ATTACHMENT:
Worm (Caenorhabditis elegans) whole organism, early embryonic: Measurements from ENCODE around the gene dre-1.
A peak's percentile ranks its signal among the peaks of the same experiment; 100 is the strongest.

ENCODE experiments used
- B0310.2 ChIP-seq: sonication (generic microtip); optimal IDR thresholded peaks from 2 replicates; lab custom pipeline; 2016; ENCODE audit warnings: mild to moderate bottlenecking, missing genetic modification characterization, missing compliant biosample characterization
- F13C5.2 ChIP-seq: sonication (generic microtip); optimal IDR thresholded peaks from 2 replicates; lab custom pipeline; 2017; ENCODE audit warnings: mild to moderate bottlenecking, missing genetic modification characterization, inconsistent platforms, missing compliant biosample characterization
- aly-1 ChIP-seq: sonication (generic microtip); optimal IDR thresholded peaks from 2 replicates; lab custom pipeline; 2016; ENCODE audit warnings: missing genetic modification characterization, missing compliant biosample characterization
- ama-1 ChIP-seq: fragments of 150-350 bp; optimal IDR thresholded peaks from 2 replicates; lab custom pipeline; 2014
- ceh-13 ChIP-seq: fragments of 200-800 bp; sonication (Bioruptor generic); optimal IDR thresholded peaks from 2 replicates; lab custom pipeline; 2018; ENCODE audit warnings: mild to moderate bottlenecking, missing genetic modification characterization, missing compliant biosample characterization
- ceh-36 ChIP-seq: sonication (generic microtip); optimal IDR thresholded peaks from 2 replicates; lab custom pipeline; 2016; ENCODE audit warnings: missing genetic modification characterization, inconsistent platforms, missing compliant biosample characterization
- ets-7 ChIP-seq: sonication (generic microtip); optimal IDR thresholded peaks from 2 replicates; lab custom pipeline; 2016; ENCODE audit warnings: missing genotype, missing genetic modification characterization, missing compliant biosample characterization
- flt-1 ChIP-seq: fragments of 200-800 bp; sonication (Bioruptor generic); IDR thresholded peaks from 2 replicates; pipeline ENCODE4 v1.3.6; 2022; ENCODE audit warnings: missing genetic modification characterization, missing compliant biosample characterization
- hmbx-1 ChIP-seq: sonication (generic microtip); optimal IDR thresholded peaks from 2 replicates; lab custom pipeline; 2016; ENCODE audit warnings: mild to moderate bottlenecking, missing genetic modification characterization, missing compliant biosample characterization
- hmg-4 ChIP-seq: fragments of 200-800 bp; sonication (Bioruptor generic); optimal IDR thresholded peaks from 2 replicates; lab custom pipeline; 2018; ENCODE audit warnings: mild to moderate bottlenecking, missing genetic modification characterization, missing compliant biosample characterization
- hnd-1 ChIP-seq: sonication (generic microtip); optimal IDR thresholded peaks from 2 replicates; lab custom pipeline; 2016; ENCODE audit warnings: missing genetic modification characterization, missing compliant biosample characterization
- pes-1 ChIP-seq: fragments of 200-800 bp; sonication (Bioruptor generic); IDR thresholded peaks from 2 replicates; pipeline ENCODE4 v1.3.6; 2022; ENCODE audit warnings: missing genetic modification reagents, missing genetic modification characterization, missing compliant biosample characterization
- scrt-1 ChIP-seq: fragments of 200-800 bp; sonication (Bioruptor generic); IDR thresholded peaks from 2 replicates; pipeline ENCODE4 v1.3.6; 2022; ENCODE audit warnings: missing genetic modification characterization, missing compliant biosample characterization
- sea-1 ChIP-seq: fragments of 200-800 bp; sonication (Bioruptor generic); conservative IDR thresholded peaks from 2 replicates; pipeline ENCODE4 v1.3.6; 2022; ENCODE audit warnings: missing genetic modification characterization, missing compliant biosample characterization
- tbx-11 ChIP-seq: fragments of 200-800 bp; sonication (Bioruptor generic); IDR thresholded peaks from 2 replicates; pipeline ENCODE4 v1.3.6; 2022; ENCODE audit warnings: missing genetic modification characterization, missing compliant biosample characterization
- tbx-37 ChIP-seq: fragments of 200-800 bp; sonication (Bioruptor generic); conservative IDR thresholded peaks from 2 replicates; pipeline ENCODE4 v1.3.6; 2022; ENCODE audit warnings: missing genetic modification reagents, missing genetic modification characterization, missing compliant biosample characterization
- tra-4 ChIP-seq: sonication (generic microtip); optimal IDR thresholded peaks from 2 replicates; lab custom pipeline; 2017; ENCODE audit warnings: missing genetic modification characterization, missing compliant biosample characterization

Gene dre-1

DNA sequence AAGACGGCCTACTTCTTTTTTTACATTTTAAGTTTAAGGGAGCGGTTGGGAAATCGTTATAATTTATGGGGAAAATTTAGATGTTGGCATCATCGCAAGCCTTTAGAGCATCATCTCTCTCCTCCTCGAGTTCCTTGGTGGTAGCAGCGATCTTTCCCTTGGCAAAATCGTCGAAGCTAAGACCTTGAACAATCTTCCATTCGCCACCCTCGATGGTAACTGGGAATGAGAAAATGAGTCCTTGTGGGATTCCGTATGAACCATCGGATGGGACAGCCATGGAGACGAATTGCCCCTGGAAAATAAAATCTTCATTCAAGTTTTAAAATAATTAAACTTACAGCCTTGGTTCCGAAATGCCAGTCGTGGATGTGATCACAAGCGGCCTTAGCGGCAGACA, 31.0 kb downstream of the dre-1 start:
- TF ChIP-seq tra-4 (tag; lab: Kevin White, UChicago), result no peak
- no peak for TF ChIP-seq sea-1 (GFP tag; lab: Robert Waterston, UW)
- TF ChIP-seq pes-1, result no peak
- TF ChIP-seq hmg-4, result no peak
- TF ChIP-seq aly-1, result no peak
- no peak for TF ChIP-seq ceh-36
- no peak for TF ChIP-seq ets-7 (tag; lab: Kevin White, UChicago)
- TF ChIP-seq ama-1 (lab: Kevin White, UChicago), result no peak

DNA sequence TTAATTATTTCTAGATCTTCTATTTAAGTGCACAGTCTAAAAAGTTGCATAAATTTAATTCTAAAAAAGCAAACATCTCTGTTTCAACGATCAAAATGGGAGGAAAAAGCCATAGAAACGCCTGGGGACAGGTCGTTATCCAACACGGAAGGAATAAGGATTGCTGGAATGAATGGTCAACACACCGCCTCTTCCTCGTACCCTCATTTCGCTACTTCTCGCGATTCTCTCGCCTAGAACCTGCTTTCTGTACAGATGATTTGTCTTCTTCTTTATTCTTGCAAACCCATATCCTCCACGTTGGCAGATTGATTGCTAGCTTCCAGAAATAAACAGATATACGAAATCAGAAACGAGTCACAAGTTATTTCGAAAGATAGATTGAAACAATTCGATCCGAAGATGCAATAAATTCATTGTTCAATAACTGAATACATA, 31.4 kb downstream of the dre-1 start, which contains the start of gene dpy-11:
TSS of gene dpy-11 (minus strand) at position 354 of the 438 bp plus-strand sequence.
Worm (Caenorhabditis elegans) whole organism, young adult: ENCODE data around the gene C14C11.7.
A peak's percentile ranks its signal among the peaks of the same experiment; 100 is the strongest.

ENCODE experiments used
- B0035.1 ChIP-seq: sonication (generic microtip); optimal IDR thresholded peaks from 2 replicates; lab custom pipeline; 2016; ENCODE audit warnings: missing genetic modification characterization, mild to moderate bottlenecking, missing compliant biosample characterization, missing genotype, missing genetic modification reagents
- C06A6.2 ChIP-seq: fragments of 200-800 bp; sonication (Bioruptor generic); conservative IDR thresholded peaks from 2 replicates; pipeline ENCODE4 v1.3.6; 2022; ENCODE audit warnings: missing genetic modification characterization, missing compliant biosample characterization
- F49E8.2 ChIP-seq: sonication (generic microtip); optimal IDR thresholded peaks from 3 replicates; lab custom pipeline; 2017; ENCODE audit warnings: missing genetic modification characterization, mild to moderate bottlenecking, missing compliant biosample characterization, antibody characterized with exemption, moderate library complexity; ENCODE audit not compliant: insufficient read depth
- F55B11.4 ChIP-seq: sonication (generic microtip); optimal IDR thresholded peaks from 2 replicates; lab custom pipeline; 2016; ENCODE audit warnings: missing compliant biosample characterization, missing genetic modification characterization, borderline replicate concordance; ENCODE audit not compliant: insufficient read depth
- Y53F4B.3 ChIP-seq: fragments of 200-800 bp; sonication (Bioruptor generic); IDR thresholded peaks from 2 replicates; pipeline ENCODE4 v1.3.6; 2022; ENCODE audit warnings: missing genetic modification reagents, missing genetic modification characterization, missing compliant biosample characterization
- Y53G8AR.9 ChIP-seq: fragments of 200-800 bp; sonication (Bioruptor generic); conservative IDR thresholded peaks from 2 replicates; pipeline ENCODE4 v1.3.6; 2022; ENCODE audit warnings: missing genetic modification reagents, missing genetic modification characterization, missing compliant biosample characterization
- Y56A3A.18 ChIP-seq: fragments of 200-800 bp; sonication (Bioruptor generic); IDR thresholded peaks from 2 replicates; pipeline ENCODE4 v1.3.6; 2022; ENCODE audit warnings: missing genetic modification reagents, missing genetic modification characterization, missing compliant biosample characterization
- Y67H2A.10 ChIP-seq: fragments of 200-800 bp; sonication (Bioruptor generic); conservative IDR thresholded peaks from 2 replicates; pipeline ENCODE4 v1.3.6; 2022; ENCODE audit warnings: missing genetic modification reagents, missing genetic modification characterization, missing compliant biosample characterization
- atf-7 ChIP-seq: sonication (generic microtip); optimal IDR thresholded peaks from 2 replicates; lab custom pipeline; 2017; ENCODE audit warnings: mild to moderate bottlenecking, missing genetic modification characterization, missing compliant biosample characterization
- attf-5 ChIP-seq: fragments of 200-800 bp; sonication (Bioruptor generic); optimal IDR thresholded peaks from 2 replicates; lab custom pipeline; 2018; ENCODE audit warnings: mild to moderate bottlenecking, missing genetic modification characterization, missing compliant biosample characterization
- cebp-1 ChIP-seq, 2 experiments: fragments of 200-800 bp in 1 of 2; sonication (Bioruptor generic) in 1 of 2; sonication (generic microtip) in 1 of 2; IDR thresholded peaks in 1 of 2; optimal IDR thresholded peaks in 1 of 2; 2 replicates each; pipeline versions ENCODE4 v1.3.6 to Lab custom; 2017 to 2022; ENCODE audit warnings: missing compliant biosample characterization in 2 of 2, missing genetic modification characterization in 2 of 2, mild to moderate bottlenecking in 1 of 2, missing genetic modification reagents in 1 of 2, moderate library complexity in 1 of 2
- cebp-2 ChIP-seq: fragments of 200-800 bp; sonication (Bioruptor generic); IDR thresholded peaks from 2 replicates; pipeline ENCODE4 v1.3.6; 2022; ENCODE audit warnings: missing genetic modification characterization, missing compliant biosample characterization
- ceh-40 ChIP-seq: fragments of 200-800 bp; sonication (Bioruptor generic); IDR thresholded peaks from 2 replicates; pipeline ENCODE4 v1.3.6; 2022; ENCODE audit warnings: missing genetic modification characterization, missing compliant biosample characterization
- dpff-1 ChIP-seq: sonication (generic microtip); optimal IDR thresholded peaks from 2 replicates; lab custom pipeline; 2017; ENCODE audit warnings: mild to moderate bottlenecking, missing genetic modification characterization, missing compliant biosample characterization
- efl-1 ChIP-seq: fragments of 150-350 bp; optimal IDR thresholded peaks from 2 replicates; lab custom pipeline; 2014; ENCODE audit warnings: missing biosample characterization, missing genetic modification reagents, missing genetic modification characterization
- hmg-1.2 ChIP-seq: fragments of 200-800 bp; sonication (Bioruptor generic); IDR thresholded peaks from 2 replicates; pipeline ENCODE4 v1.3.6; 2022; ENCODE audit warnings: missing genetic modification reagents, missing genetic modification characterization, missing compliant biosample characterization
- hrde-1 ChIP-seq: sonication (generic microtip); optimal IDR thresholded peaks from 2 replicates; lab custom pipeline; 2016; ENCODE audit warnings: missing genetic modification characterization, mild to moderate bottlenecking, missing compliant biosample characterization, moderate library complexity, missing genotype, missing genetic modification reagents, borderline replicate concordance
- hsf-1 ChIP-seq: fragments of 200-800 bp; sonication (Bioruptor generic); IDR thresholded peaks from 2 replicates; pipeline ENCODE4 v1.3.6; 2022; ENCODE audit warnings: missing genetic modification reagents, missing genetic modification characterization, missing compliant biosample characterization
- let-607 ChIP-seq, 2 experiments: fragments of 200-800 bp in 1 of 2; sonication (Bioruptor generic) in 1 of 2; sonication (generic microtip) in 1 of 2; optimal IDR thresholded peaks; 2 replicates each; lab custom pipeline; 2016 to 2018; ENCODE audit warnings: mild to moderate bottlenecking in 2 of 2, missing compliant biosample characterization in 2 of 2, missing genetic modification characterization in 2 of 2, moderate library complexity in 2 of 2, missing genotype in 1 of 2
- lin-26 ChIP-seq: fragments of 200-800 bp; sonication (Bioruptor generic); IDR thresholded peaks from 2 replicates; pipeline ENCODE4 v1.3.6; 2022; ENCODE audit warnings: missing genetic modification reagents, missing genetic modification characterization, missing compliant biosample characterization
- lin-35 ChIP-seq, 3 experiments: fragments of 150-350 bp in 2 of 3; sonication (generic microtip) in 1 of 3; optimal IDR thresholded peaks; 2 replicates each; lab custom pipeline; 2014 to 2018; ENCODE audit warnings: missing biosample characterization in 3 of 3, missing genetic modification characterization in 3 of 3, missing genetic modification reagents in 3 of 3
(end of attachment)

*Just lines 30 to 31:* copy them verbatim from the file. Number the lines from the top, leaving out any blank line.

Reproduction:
- TF ChIP-seq ama-1 (lab: Kevin White, UChicago), result no peak

DNA sequence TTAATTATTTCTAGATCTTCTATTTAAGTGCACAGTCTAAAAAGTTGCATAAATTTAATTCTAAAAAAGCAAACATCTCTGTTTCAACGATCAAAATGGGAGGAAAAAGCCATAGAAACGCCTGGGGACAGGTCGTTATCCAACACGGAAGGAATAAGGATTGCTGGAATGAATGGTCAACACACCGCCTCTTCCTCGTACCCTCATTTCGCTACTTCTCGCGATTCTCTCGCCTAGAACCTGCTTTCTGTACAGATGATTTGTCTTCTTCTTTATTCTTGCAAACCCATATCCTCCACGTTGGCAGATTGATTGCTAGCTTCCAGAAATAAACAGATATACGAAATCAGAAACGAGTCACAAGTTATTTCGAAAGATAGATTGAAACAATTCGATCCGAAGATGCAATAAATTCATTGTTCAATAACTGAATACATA, 31.4 kb downstream of the dre-1 start, which contains the start of gene dpy-11: